Richard Newman Named Executive Director of American Museum of Tort Law

Richard L. Newman has been named executive director of the American Museum of Tort Law.

tort museum

The Museum, located in Winsted, Connecticut, and, according to the Museum’s website, is  “dedicated to greater citizen understanding of the civil justice system and the crucial role this muscle of justice plays in protecting the health, safety and personal freedoms of all Americans.”

Newman practiced trial law with the firm of Adelman Hirsch and Newman in Connecticut.

He is a graduate of the University of Wisconsin School of Law.

Newman is the co-author of the standard treatise on Connecticut Law of Torts and served in 2004-2005 as President of the Connecticut Trial Lawyers Association.

“Mr. Newman has combined a sterling career as a practicing consumer attorney, a scholar and an author that spells a combination of experience, compassion and enthusiasm to advance the first law museum in the United States,” said Ralph Nader, the founder of the Museum. “This educational institution, scheduled to open in September, will communicate the remarkable historical legacy and continuing contributions of an evolving Tort Law to the quality of American life and culture as well as providing a sense of security and stability for a rapidly challenging technological society.”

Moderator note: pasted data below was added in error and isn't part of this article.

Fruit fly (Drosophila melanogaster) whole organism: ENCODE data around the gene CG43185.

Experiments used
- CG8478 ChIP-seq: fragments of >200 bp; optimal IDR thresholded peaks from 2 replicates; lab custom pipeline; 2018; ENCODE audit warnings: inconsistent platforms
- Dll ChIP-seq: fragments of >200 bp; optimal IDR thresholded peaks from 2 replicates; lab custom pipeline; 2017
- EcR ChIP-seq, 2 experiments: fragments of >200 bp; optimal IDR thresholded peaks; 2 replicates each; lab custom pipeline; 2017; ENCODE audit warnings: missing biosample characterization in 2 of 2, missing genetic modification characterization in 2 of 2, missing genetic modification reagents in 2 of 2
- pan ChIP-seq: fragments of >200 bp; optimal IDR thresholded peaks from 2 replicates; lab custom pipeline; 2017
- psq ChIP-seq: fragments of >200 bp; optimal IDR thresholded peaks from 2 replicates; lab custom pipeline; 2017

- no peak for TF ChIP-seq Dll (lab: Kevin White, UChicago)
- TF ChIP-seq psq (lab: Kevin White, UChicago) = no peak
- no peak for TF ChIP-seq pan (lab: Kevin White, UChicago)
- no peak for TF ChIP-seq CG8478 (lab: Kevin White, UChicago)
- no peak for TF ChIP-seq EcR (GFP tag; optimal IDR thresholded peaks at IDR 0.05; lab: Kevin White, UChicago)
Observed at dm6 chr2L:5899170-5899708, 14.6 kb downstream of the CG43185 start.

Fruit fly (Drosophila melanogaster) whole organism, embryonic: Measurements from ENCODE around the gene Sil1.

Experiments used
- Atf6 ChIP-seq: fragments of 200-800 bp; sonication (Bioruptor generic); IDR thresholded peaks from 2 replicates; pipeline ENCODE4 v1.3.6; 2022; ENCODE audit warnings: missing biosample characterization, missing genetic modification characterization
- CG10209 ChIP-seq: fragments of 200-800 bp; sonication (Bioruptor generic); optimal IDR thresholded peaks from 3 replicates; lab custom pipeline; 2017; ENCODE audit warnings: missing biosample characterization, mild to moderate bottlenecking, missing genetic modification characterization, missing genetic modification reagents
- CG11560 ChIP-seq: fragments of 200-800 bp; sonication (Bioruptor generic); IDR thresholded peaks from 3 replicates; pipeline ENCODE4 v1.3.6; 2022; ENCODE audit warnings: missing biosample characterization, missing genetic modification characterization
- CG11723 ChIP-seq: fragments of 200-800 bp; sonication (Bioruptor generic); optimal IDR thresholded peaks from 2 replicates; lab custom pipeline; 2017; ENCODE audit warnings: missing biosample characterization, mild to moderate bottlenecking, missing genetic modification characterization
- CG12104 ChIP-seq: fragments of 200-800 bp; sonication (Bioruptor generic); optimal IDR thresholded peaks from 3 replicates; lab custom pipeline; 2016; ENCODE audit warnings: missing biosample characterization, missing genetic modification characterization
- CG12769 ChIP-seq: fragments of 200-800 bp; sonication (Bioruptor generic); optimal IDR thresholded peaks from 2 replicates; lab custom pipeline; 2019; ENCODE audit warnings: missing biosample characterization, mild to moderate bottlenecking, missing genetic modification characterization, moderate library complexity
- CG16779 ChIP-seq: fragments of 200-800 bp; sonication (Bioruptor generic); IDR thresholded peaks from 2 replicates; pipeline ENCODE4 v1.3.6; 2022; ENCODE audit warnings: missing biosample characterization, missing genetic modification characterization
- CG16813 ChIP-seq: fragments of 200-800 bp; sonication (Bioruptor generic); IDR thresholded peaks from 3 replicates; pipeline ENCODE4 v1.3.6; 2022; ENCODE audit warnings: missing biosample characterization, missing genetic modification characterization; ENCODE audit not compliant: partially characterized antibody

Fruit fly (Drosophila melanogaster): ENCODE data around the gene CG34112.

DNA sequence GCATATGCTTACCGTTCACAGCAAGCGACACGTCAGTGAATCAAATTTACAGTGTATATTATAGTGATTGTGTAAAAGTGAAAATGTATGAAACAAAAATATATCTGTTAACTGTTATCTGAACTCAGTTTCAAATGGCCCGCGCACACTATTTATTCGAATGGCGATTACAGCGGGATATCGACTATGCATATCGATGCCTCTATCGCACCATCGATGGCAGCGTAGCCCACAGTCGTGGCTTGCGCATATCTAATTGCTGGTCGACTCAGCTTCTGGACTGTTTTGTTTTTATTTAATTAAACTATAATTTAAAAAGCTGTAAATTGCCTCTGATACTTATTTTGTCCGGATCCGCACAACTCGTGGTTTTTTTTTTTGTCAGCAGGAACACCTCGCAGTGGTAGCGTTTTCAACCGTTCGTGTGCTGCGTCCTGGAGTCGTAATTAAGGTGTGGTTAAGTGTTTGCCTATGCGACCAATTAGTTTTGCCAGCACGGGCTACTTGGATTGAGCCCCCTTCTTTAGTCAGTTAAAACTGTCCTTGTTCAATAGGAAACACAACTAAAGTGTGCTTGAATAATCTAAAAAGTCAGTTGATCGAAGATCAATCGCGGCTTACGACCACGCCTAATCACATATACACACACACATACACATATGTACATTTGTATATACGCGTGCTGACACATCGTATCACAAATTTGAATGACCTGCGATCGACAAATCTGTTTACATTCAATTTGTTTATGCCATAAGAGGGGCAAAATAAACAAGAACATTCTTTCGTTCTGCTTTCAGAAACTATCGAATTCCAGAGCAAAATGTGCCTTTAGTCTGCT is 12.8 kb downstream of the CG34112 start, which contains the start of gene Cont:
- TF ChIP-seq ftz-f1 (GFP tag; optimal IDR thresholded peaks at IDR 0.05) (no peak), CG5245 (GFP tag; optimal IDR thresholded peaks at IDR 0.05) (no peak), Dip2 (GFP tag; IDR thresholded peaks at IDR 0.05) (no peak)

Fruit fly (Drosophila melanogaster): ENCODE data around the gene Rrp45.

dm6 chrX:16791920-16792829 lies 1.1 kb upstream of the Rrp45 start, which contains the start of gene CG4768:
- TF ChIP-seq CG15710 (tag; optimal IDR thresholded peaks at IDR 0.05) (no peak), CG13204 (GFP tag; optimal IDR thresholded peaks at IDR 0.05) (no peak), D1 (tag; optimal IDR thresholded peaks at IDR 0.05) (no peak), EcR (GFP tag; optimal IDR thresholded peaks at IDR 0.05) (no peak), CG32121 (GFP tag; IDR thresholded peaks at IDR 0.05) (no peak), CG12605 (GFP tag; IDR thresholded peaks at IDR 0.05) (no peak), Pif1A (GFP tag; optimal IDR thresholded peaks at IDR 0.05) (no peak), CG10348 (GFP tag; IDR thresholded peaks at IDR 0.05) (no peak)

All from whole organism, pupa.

Newman said the Museum “represents an historic opportunity for citizens of all walks of life to learn about tort law—the law of wrongful injury.”

“I will work to build a museum that will serve as a broad forum to increase our understanding of the civil justice system and the various ways the law has served and can serve to protect our safety, our rights and our freedoms in a democratic society.”

Nader quoted Roscoe Pound, the former Dean of Harvard Law School that “the law must be stable but it cannot stand still.”

“It must also stand strong against the sustained assault on its overall access to justice for the powerless, the wronged and the harmed,” Nader said. “The Museum will serve to organize factual information, display and promote knowledge of tort law and its constitutional foundations, its landmark judicial decisions and its consequential societal functions.”

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